FLINT, Michigan (WNEM) - High-speed pursuits continue to be scrutinized as they can lead to the arrest of a criminal but can also have deadly consequences for people caught in the path.
Michigan State Police changed its policies four years ago, but a chase in 2014 that ended tragically for one family is the subject of a lawsuit.
"She was real, joyful," said Quavon Trawick.
Trawick is describing his late mother as dedicated and loved. He says she was a victim of a crash during a police pursuit and now the case for justice has started back up in civil court.
"I was into sports so she was at all the events," Trawick said. "She was a teen mom, so she's like all the kids, loved her. The other parents loved her."
Trawick says his mother, Tiphanie Mayfield, was killed in 2014. He says the Michigan State Police were on a high-speed chase through a residential neighborhood in Flint while trying to apprehend a suspect after a driving offense.
Trawick says a trooper accidentally crashed into the car his mother was in.
"So mom actually had a fractured skull. It was like a lot of stuff was messed up. Her bone, her spine was out of place," Trawick said.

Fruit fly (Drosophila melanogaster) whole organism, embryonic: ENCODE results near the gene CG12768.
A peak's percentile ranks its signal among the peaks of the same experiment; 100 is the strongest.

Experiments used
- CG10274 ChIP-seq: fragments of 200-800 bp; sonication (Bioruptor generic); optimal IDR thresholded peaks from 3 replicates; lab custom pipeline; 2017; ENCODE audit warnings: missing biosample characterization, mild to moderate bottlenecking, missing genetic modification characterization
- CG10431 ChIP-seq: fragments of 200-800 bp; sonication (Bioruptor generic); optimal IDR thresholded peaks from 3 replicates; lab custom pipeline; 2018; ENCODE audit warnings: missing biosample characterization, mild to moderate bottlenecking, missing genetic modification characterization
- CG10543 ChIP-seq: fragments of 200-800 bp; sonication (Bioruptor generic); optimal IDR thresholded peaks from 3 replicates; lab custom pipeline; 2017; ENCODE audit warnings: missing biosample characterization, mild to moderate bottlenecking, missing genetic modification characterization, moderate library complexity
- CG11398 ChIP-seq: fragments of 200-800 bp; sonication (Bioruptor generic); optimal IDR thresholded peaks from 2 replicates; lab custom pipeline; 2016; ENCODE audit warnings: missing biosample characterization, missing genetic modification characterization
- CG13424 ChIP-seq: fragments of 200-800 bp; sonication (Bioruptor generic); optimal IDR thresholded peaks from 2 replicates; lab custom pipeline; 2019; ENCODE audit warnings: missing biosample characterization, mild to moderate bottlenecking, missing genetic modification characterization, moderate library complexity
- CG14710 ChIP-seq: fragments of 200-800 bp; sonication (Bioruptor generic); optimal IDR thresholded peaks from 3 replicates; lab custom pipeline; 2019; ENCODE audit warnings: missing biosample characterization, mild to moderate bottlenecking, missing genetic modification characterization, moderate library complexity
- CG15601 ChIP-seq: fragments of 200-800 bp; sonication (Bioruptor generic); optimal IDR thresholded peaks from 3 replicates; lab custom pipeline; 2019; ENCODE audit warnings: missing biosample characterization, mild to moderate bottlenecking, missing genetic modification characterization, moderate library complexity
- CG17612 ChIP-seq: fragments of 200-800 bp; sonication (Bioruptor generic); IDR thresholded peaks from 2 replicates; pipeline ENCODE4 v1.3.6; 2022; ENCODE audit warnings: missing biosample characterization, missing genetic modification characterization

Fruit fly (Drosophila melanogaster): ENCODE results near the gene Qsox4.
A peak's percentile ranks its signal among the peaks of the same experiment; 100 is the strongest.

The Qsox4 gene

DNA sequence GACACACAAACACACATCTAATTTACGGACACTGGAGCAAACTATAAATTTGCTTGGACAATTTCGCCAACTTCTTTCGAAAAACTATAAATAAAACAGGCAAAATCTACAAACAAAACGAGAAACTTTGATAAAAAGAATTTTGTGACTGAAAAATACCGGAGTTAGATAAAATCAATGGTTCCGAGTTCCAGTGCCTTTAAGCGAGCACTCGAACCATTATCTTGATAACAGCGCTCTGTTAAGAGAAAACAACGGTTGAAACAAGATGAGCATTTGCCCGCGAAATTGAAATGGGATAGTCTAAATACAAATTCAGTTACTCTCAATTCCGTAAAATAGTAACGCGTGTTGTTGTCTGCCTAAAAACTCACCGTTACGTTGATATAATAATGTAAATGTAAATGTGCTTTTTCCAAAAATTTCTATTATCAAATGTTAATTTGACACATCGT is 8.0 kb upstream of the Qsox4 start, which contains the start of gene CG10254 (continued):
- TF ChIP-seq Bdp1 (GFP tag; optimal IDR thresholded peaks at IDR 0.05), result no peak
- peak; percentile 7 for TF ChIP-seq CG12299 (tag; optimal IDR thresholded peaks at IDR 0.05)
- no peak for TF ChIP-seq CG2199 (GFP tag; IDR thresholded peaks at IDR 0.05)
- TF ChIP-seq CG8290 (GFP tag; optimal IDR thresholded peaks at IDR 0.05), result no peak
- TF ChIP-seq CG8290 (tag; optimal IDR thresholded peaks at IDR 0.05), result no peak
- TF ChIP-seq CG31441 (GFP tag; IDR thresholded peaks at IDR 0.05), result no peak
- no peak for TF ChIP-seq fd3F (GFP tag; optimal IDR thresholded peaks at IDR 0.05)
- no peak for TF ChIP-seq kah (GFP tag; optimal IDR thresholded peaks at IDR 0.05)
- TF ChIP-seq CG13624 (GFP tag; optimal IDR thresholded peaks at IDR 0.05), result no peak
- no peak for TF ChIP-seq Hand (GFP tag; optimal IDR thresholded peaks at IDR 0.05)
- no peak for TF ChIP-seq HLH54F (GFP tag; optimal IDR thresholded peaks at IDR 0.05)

Mayfield died days later. After delays in the courts because of COVID-19, attorney Robin Wagner says they are going through discovery and waiting on a policing expert report that will prove how MSP's policies impacted communities of color.
"The streets of Flint were two to three times and these other cities were two to three times more dangerous, risk of injuries and death than anywhere else in the state," Wagner said.
MSP changed its policy on police pursuits in 2017. Wagner said data has proved the streets are now less dangerous.
"When you put in place a policy that restricts discretion, it requires the police officers to check in with supervisors and only imitate these searches when there are these vehicle chases," Wagner said. "Rather when there's significant risk to the rest of the population that requires it. So then you see it, the danger drop off."
MSP declined to comment since it's part of an ongoing litigation, but they did forward their current policy that states it's always better for officers to abandon or delay a pursuit than to risk harm to innocent civilians.
Even though no amount of money can reverse what happened to his mother, Trawick believes if they win this case it could bring his family a tiny sliver of peace.
"We just hope it's a learning process for them," Trawick said.
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